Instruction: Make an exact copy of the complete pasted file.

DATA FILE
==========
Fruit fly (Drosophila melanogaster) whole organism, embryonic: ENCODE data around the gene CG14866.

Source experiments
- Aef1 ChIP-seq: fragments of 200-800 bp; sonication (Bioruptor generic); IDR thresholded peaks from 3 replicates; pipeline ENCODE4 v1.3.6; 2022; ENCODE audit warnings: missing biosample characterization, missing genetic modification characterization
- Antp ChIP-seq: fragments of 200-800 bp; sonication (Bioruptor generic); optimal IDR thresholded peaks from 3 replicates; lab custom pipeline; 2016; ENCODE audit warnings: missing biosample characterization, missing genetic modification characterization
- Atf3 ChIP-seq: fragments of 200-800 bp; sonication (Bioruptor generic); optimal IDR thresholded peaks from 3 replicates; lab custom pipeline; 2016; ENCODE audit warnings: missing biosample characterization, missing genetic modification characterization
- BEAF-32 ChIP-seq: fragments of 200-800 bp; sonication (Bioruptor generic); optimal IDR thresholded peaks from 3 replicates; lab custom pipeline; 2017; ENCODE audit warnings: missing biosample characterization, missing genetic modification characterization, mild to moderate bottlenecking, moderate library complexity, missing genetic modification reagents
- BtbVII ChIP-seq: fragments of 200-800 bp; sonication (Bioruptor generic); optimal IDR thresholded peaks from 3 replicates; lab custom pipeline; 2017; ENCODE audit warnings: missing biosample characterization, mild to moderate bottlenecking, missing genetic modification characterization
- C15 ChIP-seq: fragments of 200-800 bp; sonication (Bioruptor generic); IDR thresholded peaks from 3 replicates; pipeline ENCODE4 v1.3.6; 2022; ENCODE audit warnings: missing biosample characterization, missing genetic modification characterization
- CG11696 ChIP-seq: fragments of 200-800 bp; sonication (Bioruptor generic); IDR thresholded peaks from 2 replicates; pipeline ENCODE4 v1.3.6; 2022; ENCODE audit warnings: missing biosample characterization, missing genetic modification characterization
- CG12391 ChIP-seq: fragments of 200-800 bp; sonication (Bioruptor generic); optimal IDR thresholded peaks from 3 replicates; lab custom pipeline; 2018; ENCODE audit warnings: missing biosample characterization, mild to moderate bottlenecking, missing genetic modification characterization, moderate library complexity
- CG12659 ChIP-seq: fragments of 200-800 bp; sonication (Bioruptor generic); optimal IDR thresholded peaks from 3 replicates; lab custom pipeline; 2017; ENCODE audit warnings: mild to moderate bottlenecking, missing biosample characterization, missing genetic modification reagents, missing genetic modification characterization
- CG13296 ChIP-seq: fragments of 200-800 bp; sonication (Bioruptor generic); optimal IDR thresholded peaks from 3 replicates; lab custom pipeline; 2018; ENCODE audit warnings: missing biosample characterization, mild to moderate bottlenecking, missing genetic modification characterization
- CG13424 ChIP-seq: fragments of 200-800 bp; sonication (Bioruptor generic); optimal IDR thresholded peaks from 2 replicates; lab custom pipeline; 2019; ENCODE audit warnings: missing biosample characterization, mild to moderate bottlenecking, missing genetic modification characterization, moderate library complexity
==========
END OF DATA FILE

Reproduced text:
Fruit fly (Drosophila melanogaster) whole organism, embryonic: ENCODE data around the gene CG14866.

Source experiments
- Aef1 ChIP-seq: fragments of 200-800 bp; sonication (Bioruptor generic); IDR thresholded peaks from 3 replicates; pipeline ENCODE4 v1.3.6; 2022; ENCODE audit warnings: missing biosample characterization, missing genetic modification characterization
- Antp ChIP-seq: fragments of 200-800 bp; sonication (Bioruptor generic); optimal IDR thresholded peaks from 3 replicates; lab custom pipeline; 2016; ENCODE audit warnings: missing biosample characterization, missing genetic modification characterization
- Atf3 ChIP-seq: fragments of 200-800 bp; sonication (Bioruptor generic); optimal IDR thresholded peaks from 3 replicates; lab custom pipeline; 2016; ENCODE audit warnings: missing biosample characterization, missing genetic modification characterization
- BEAF-32 ChIP-seq: fragments of 200-800 bp; sonication (Bioruptor generic); optimal IDR thresholded peaks from 3 replicates; lab custom pipeline; 2017; ENCODE audit warnings: missing biosample characterization, missing genetic modification characterization, mild to moderate bottlenecking, moderate library complexity, missing genetic modification reagents
- BtbVII ChIP-seq: fragments of 200-800 bp; sonication (Bioruptor generic); optimal IDR thresholded peaks from 3 replicates; lab custom pipeline; 2017; ENCODE audit warnings: missing biosample characterization, mild to moderate bottlenecking, missing genetic modification characterization
- C15 ChIP-seq: fragments of 200-800 bp; sonication (Bioruptor generic); IDR thresholded peaks from 3 replicates; pipeline ENCODE4 v1.3.6; 2022; ENCODE audit warnings: missing biosample characterization, missing genetic modification characterization
- CG11696 ChIP-seq: fragments of 200-800 bp; sonication (Bioruptor generic); IDR thresholded peaks from 2 replicates; pipeline ENCODE4 v1.3.6; 2022; ENCODE audit warnings: missing biosample characterization, missing genetic modification characterization
- CG12391 ChIP-seq: fragments of 200-800 bp; sonication (Bioruptor generic); optimal IDR thresholded peaks from 3 replicates; lab custom pipeline; 2018; ENCODE audit warnings: missing biosample characterization, mild to moderate bottlenecking, missing genetic modification characterization, moderate library complexity
- CG12659 ChIP-seq: fragments of 200-800 bp; sonication (Bioruptor generic); optimal IDR thresholded peaks from 3 replicates; lab custom pipeline; 2017; ENCODE audit warnings: mild to moderate bottlenecking, missing biosample characterization, missing genetic modification reagents, missing genetic modification characterization
- CG13296 ChIP-seq: fragments of 200-800 bp; sonication (Bioruptor generic); optimal IDR thresholded peaks from 3 replicates; lab custom pipeline; 2018; ENCODE audit warnings: missing biosample characterization, mild to moderate bottlenecking, missing genetic modification characterization
- CG13424 ChIP-seq: fragments of 200-800 bp; sonication (Bioruptor generic); optimal IDR thresholded peaks from 2 replicates; lab custom pipeline; 2019; ENCODE audit warnings: missing biosample characterization, mild to moderate bottlenecking, missing genetic modification characterization, moderate library complexity